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How the Media Affects Our Choice of Pets… and Why It Needs to Stop

From turning female dogs into baby-making factories to wrenching fish from the ocean to satisfy a trend, it’s time we opened our eyes and looked at the real instead of the reel!

When Vodafone released its first advertisement, hardly any households knew of Pugs. What followed in the years to come has resulted in some of the most genetically-compromised dogs ever. Pugs as a breed, even when bred responsibly, come with their own set of issues. Being brachycephalic dogs, they are susceptible to respiratory and cardiovascular disorders. They are also unable to tolerate extensive physical activities and heat. So Vodafone promised you that like their network, the adorable Pug would follow you wherever you go. People fell for it, switched to their network, and went about looking to buy a Pug puppy too -- only to realise that these were just tall claims!

Breeders went to town breeding Pugs, litter after litter. They converted little Pug girls into factories to meet the demand. Nobody looked into the genetics, nobody controlled what kind of dogs should be bred, and more importantly, what kinds should not be bred at all. Families brought home a tiny pup during the children’s vacation, only to realise later that a pup cannot be turned off like a switch. 

It was only a matter of time before there was an epidemic of Pugs being abandoned. Breeders who found a female sterile, people who were just not ready to be pet parents -- in a world of instant gratification, something useless is tossed out!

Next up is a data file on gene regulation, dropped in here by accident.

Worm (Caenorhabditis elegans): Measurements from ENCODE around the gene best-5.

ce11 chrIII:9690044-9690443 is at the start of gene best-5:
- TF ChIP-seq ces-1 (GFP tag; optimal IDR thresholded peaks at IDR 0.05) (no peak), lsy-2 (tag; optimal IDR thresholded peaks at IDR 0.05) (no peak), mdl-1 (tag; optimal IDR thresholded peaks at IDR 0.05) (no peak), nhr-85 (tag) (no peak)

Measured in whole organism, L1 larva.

Finding Nemo, a well-acclaimed, universally loved animated film is another such example. Funnily enough, the message through Finding Nemo was correct: encourage conservation and let animals thrive in their habitat. Somehow, human beings sometimes miss the true message and turn it on its head! That may be why we are so easy to fool through marketing gimmickry. Suddenly kids across the world wanted Nemo in their bedrooms, much like they wanted a Wonder Woman figurine!

While clownfish may make for good aquarium additions, what everyone forgot is that the ones for aquariums should be the ones bred in captivity. The people selling clownfish conveniently forgot to mention that they are marine-caught. More than one million clownfish are taken from reefs for home aquariums and as a result, organisations have asked for them to be put on the endangered list! 

The horror stories of Pug females being bred to death to meet the rising demands for Pug pups and them actually going extinct in some local areas, proves that we seem to be easily swayed by what we see on screen and forget to do our homework. It’s time we as adults educate our children and ourselves. Our greed to consume, to want everything we see, is destroying species and our planet at an alarming rate.

It’s time we opened our eyes and looked at the real instead of the reel!

 

Tanya Kane

Tanya Kane

Jeevoka member since Jul 2019

Ever since I can remember, I have always loved dogs! What started as a learning journey during my teenage years moulded into a full-time job in adulthood. 12 years ago, I shunned my Master’s degree to set up The Pawsh and RESQ Charitable Trust and have since then never looked back. A trained Canine Behaviourist and Hydrotherapist, I am very passionate about inculcating responsible pet ownership and working on dogs that need a second chance at the RESQ Rehoming Centre. When I am not working with animals, you will find me championing the sustainable life — another cause very close to my heart!
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